9
May

Angie PalamaraWe Do Recover

The secret of change is to focus all of your energy not on fighting the old, but on building the new.

I grew up as a child of an alcoholic and began drinking at the age of 14.

By 15, I was using hallucinogens and by 16, cocaine. In fact, I celebrated my 16th birthday going outpatient treatment for my drug use. However, it would be years until any treatment would be effective. At the time, I was still a child and wanted to continue my partying lifestyle. I was popular — the life of the party.

I continued the drinking and used marijuana, hallucinogens, and cocaine throughout my college years. By the time I graduated, I was drinking half a handle of liquor a day. I returned home and continued to party while struggling to find a job.

I was depressed, and the alcohol and drugs weren’t strong enough anymore, so I tried heroin.

My life quickly became unmanageable. I was arrested multiple times, overdosed twice, totaled more than a couple cars and lost many, many jobs. My main priority became getting high and staying high. I went to treatment a few times but always returned home to the same environment. It never ended well.

Eventually, I realized that real recovery comes from a complete lifestyle change.

I knew I needed to get away to learn to live life sober and independently. I came to drug rehab in Florida and began taking suggestions from others. I even followed through with my aftercare plan, which included time at a halfway house and continued IOP treatment. Determined to stay sober, I went to meetings, got a sponsor and worked the 12-steps. Having this support from the recovery community changed my life.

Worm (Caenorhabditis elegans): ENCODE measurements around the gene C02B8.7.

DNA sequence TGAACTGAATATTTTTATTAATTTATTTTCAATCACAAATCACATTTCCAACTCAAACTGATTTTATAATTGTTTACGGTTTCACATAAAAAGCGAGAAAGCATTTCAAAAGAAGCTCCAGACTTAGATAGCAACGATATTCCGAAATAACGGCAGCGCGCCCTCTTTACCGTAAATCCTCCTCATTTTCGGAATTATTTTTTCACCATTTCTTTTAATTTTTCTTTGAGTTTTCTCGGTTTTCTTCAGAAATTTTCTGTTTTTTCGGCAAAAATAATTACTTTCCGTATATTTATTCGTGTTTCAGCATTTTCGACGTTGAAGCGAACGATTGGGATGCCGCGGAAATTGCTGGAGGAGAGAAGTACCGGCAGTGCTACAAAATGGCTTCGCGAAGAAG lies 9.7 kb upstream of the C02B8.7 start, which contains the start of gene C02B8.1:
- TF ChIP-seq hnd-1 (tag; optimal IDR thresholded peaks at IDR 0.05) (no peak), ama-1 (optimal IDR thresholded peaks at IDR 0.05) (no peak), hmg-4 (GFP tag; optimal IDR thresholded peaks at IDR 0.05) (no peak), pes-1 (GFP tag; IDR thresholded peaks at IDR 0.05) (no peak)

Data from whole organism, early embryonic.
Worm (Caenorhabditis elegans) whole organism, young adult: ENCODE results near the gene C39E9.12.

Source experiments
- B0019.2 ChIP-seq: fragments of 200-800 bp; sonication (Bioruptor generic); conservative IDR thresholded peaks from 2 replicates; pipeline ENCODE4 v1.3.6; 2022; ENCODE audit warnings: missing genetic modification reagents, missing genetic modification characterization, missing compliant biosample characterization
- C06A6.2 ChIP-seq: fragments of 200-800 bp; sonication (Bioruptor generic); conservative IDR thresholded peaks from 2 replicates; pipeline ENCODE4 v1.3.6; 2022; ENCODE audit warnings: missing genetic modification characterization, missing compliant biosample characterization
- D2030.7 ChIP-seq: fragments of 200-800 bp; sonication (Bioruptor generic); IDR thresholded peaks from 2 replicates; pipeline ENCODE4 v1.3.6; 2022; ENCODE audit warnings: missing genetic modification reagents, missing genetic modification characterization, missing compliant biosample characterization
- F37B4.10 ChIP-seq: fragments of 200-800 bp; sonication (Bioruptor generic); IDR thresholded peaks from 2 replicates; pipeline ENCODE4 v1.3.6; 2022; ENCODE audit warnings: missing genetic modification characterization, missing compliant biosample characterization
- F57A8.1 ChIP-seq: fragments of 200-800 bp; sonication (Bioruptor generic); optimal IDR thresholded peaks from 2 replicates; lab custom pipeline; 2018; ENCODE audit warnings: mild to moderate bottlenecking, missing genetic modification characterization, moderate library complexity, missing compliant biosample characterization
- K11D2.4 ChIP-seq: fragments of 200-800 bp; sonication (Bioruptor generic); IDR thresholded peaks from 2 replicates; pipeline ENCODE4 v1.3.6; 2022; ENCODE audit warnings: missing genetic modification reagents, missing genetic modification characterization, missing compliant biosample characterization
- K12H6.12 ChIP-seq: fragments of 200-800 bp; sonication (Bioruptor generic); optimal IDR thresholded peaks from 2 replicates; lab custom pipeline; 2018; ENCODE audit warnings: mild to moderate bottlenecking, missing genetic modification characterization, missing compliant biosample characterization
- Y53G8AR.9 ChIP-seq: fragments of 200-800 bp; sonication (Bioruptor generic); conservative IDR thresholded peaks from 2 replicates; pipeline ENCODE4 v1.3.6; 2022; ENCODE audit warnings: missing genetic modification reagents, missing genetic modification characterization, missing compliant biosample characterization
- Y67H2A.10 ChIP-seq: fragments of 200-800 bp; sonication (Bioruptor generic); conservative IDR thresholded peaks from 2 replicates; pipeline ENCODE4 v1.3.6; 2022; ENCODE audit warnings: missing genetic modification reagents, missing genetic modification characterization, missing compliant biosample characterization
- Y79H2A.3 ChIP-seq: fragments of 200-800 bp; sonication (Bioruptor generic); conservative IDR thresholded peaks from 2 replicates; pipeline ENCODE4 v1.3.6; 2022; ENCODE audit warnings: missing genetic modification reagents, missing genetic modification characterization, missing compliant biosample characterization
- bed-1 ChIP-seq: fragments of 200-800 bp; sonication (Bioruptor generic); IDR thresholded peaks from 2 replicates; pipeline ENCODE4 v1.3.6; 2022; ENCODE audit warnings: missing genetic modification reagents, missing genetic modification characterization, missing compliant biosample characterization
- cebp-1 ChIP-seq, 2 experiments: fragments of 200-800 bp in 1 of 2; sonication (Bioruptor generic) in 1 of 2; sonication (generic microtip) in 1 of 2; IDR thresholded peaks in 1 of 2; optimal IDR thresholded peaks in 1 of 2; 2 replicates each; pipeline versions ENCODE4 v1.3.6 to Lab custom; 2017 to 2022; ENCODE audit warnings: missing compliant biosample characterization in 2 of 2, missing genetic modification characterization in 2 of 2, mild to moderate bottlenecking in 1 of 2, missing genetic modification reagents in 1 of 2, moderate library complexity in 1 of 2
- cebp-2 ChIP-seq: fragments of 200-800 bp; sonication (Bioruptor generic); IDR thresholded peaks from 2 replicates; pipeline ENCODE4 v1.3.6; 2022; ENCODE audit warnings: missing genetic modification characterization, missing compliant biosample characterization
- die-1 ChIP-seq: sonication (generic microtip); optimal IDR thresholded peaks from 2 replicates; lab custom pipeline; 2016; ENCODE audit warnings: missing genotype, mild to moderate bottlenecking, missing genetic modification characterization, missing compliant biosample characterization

I no longer count the days, I make the days count.

The transformation I see in myself and my circumstances blows my mind. Recovery is the best feeling I have ever had. People now want to talk to me and spend time together. No one is disappointed in me, and I am no longer disappointed in myself.

In fact, I have accomplished so much already. I am in the process of getting my Master’s degree. I have a dog, an apartment, and a career. I have repaired the damage that my drug and alcohol use caused my loved ones and am now in a meaningful, committed relationship.

Most importantly, however, my plans for the future include continuing to help the addict who still suffers. I can only keep what I have by giving it away. My goal has always been to live a “normal” life, and I can do that as long as I never go back. Giving up is not an option.

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